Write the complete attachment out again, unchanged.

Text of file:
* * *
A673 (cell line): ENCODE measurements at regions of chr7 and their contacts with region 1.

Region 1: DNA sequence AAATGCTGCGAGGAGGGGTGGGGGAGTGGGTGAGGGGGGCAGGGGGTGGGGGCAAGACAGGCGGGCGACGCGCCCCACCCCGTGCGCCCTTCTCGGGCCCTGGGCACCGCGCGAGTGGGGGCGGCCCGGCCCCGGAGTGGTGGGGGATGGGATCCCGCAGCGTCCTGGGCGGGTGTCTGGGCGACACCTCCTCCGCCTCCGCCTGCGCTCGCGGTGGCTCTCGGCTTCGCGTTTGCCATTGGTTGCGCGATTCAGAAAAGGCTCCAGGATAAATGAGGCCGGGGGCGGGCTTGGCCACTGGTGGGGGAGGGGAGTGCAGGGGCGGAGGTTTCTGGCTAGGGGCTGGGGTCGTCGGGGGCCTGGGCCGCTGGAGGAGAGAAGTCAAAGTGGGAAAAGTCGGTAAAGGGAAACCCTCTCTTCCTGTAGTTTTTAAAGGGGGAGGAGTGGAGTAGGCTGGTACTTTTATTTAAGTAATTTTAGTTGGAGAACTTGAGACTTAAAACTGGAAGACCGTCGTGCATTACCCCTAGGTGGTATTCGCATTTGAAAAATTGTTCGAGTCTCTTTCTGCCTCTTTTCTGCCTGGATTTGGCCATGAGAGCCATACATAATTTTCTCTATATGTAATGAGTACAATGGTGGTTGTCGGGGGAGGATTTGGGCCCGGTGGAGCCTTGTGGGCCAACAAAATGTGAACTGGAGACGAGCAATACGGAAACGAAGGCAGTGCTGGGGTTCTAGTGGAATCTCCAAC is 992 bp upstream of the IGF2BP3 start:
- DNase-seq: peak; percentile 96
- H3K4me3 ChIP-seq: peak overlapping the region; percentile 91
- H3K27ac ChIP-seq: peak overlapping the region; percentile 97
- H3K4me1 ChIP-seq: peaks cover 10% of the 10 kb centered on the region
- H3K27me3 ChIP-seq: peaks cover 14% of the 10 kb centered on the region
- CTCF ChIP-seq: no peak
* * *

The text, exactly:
A673 (cell line): ENCODE measurements at regions of chr7 and their contacts with region 1.

Region 1: DNA sequence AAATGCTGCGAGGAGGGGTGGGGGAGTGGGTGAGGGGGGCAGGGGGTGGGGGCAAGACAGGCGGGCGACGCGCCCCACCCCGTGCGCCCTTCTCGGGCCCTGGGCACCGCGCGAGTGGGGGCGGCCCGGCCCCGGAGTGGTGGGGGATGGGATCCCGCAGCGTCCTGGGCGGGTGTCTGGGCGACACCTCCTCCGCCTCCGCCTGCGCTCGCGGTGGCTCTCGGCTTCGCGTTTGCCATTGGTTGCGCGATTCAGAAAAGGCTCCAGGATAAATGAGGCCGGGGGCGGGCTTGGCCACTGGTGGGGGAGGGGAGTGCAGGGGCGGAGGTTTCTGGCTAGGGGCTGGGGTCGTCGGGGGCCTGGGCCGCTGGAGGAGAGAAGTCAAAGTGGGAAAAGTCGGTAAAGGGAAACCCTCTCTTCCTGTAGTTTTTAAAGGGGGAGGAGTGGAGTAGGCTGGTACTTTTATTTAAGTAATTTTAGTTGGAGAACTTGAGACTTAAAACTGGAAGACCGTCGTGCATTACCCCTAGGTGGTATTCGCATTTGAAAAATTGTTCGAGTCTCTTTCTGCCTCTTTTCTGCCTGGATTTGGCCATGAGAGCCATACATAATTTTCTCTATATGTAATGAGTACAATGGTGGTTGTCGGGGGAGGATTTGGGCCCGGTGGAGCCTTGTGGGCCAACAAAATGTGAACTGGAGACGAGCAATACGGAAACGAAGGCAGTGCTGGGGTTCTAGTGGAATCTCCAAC is 992 bp upstream of the IGF2BP3 start:
- DNase-seq: peak; percentile 96
- H3K4me3 ChIP-seq: peak overlapping the region; percentile 91
- H3K27ac ChIP-seq: peak overlapping the region; percentile 97
- H3K4me1 ChIP-seq: peaks cover 10% of the 10 kb centered on the region
- H3K27me3 ChIP-seq: peaks cover 14% of the 10 kb centered on the region
- CTCF ChIP-seq: no peak